Clampi Trojan: The Rise of Matryoshka Malware
Last week, Security Fix told the online banking saga of Slack Auto Parts, a company in Georgia that lost nearly $75,000 at the hands of an extremely sophisticated malicious software family known as "Clampi". I only mentioned the malware in passing, but it deserves a closer look: Research released this week by a top malware analyst suggests that Clampi is among the stealthiest and most pervasive threats to Microsoft Windows systems today.
Joe Stewart, director of malware research for the Counter Threat Unit at computer security firm SecureWorks, said Clampi appears to have spread to hundreds of thousands of Windows systems, since its debut in 2007. Unlike other malware families designed to steal credentials -- which are frequently sold and used among the larger cyber criminal community -- Stewart said Clampi appears to be the ever-evolving weapon used by a single organized crime group operating out of Eastern Europe that has been implicated in numerous high-dollar thefts from banking institutions.
It is not unusual for malware authors to obfuscate various components that are nested inside one another like so many Matryoshka dolls all in a bid to stymie researchers and anti-virus companies. But Stewart said the criminals behind Clampi have encrypted or obfuscated nearly every aspect of the malware -- including the lists of e-commerce sites targeted, the data stolen, and Clampi's various feature plug-ins -- multiple times, and with very strong encryption (Matryoshka Mafia image courtesy FreakingNews.com).
Typically, password-stealing Trojans contain a list of a few dozen banking institutions that the malware will look to steal data from if the victim visits those sites. But according to Stewart, Clampi's authors aren't just targeting banking sites.
"They are targeting institutions where users may enter data that might be useful in stealing money, such as utilities, retail, online casinos, banking, insurance, accounting services, credit bureaus," Stewart said.
Stewart says Clampi is targeting credentials from some 4,600 Web sites, though so far he says he's only be able to identify about 1,400 of those. The list below gives the reader some idea of the breadth of sites targeted by this malware:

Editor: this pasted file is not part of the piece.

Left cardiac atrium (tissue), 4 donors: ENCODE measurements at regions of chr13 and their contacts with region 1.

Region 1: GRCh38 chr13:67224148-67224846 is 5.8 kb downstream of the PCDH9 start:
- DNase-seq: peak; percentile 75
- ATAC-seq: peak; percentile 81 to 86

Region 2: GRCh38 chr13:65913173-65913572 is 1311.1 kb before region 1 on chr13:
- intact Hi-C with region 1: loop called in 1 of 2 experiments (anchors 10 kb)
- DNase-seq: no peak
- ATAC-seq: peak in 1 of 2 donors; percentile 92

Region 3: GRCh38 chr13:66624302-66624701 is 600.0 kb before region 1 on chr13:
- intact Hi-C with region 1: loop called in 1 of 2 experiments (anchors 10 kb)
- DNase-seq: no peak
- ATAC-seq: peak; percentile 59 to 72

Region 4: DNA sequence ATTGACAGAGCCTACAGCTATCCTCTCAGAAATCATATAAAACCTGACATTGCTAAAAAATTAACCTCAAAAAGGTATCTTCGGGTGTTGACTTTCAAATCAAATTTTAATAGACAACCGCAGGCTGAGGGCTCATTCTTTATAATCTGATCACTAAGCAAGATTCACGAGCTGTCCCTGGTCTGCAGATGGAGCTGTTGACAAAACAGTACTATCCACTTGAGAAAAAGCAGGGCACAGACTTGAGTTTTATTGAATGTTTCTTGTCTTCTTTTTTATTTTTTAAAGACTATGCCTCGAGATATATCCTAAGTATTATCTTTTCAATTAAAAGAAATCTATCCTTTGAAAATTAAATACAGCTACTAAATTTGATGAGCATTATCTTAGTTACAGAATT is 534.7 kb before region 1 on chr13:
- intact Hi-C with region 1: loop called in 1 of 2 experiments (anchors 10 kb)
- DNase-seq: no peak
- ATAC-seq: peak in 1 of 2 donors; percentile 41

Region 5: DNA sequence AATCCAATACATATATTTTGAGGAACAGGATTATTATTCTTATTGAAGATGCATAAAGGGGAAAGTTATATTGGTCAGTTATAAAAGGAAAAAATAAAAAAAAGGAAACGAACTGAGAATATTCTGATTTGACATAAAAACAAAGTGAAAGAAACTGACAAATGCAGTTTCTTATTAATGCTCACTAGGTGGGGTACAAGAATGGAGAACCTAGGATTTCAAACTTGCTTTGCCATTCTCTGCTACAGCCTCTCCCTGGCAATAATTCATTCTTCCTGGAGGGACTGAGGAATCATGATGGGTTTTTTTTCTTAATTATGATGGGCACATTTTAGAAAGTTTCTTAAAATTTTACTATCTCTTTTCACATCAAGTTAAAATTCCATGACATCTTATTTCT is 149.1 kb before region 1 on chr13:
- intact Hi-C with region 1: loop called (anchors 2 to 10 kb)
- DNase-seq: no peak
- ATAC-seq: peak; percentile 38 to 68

Market research databases
Credit card companies
Wire transfer services
Foreign Postal Services (Non-US)
Military/Government information portals
Various News blogs
File upload sites
According to Stewart, the information stolen by Clampi is sent from the victim PC to a Web server controlled by the attackers using a randomly-generated session key with 2048-bit RSA encryption. This technology is used to obfuscate data being stolen, so that in theory, only the attackers who have the encryption key can intercept or read the stolen data.
"On top of that, they're using 448-bit Blowfish encryption," Stewart said [fans of the TV drama "24" may recall hearing the show's star Jack Bauer talking about trying to crack bad-guy communications encrypted with Blowfish].
"It's virtually uncrackable in any time frame we could possibly look at," Stewart said. "It's difficult to understand what it does given all this advanced packing and encryption. This is by far the hardest thing I've ever had to reverse engineer."
Stewart said Clampi also makes it easy for attackers to log into the victim's bank account by tunneling back through that victim's PC, a tactic that could defeat some bank Web site security features that raise alarms when a customer logs in from an unusual Internet address. This feature is remarkably similar to a password stealing Trojan known as Zeus. In fact, earlier this month I wrote about Bullitt County, Kentucky, which lost $415,000 when hackers using Zeus's connect-back feature tunneled through the local treasurer's machine to log into the county's bank account.
Most Trojans can't spread on their own, but Clampi can, and does: it uses a legitimate Windows program called "psexec" to try to spread to other systems on a network once it has gained a foothold on one PC. In fact, the latest writeup on Clampi from Symantec says the anti-virus vendor has observed an increase in the number of Clampi infections since July 1, possibly due to this spreading capability.
Stewart said the sophistication and stealth of this malware strain has become so bad that it's time for Windows users to start thinking of doing their banking and other sensitive transactions on a dedicated system that is not used for everyday Web surfing.
This isn't such a radical idea, if you own a Mac or just have a spare computer lying around. If you want true peace of mind while conducting sensitive transactions online, grab a copy of a bootable, live Linux installation like Knoppix or Ubuntu Live, burn it to a CD-Rom, boot the spare system up into that operating system, and do your online banking from there.
Stewart's writeup on Clampi is available here.
July 30, 2009; 3:06 PM ET
Categories: Fraud , From the Bunker , Latest Warnings , Small Business Victims | Tags: clampi, matryoshka malware
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